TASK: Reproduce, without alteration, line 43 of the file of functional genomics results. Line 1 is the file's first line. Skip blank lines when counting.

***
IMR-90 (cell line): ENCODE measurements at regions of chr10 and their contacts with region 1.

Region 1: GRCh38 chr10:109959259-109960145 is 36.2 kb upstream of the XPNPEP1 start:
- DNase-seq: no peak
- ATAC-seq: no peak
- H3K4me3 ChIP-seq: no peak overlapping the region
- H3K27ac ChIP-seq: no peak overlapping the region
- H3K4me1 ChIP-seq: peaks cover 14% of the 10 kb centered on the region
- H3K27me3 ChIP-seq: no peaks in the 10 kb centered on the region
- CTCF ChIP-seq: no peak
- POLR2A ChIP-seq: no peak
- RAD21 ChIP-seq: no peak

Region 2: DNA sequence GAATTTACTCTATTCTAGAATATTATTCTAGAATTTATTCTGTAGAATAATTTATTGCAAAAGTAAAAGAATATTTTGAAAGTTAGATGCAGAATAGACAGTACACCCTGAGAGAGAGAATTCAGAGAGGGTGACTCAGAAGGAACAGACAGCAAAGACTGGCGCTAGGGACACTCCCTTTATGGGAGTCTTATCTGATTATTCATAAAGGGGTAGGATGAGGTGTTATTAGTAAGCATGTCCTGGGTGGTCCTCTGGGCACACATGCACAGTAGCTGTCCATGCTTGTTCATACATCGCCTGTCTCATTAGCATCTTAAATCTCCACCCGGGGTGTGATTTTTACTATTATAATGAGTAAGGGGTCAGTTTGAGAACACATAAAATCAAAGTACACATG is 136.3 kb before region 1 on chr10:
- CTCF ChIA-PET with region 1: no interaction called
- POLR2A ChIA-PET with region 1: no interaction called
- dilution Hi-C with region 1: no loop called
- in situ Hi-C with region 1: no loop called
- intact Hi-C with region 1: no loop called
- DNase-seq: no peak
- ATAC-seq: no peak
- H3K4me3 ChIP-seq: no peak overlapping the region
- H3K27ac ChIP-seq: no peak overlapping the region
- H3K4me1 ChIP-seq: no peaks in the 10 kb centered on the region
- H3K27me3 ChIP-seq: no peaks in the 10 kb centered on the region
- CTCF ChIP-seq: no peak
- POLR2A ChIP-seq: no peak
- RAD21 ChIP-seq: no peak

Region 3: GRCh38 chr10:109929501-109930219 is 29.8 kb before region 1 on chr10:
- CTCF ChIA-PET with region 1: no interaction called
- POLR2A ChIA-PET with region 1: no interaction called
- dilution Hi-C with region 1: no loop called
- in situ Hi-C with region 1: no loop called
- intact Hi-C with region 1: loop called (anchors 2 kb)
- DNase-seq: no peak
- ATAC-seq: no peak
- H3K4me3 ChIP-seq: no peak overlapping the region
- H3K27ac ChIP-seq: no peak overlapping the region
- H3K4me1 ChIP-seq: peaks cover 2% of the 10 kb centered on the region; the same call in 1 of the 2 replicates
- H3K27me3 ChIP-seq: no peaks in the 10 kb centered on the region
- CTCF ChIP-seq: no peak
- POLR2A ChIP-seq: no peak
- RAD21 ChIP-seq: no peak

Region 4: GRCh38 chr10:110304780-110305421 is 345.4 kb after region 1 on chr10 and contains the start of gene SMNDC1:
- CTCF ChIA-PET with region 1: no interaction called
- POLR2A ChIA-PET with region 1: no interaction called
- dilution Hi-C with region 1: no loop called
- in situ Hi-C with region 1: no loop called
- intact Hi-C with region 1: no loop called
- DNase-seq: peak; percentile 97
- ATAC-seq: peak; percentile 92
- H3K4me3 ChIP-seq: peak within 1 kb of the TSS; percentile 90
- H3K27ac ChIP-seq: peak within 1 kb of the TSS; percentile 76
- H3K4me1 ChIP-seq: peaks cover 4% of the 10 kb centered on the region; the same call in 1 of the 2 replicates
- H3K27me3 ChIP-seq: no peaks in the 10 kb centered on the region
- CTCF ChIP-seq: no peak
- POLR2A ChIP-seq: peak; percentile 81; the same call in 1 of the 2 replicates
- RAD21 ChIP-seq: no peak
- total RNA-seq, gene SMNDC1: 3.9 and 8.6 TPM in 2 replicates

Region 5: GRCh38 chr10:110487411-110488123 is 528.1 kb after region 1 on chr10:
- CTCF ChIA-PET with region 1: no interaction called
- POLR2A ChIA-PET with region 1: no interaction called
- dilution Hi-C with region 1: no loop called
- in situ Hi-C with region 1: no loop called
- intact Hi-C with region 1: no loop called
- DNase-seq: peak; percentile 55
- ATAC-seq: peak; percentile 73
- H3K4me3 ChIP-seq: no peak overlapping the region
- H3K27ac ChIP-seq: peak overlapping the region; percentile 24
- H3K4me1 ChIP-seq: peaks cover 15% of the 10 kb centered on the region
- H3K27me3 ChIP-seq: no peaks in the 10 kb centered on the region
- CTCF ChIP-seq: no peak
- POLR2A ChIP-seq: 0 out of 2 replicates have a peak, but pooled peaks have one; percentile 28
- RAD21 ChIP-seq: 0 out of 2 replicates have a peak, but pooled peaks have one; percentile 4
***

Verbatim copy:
- CTCF ChIA-PET with region 1: no interaction called